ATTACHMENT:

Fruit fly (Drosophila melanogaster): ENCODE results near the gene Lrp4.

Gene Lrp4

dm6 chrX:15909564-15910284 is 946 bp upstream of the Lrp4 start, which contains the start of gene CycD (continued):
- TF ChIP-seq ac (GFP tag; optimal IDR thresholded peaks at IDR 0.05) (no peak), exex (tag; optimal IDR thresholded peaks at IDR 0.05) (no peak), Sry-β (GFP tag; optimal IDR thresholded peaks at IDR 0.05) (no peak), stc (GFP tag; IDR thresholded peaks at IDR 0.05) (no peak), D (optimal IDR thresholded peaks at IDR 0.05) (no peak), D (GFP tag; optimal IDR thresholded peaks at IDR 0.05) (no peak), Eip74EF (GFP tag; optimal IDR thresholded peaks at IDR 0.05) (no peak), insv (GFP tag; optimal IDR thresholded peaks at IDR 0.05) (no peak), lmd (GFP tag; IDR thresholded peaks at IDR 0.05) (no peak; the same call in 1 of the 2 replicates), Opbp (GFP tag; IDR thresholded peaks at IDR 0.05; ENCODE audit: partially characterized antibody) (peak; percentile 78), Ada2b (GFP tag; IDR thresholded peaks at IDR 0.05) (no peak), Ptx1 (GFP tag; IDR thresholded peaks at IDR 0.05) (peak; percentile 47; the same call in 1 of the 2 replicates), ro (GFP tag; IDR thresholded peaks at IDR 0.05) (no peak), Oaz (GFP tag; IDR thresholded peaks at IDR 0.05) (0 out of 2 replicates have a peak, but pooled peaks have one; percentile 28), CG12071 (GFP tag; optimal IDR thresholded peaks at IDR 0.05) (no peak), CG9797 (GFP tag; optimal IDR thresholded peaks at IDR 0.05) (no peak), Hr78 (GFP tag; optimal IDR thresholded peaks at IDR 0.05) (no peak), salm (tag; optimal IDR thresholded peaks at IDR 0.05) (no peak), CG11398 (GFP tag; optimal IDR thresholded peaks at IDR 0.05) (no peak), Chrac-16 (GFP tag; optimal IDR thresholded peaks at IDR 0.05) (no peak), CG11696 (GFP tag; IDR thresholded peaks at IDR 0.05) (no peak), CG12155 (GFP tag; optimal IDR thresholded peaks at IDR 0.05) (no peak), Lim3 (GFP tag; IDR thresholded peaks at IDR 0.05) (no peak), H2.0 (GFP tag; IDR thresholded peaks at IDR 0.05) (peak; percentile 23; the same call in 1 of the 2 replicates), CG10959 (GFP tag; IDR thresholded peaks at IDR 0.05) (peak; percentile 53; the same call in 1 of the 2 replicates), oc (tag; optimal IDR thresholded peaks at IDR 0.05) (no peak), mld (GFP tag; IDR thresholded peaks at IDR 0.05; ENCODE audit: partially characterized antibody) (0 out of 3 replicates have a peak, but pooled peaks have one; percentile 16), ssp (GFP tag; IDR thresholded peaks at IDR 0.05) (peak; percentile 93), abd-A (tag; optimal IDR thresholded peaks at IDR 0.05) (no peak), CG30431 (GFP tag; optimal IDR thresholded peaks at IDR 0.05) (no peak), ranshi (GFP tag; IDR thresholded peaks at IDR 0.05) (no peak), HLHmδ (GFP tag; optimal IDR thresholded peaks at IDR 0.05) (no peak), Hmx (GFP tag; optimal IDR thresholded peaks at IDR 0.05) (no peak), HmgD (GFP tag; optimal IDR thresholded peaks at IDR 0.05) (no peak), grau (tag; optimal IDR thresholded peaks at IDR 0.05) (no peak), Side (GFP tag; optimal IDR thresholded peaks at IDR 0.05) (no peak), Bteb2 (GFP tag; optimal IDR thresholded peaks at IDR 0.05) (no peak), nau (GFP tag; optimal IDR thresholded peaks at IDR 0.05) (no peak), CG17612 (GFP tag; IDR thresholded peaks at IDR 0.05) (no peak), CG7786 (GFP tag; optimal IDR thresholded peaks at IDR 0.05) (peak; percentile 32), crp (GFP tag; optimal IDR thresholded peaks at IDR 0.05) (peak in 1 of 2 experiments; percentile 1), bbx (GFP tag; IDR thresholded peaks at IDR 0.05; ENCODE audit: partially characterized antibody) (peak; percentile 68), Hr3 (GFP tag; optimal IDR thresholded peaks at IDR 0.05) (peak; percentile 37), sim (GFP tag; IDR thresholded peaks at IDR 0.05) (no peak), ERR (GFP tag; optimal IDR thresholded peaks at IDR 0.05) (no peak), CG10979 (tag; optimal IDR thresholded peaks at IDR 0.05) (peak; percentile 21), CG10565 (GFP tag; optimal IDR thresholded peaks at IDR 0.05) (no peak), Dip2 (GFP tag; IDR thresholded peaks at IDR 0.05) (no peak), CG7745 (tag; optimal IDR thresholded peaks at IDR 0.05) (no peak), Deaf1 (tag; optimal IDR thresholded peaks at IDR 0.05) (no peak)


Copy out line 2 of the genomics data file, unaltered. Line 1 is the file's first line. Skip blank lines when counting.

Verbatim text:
Gene Lrp4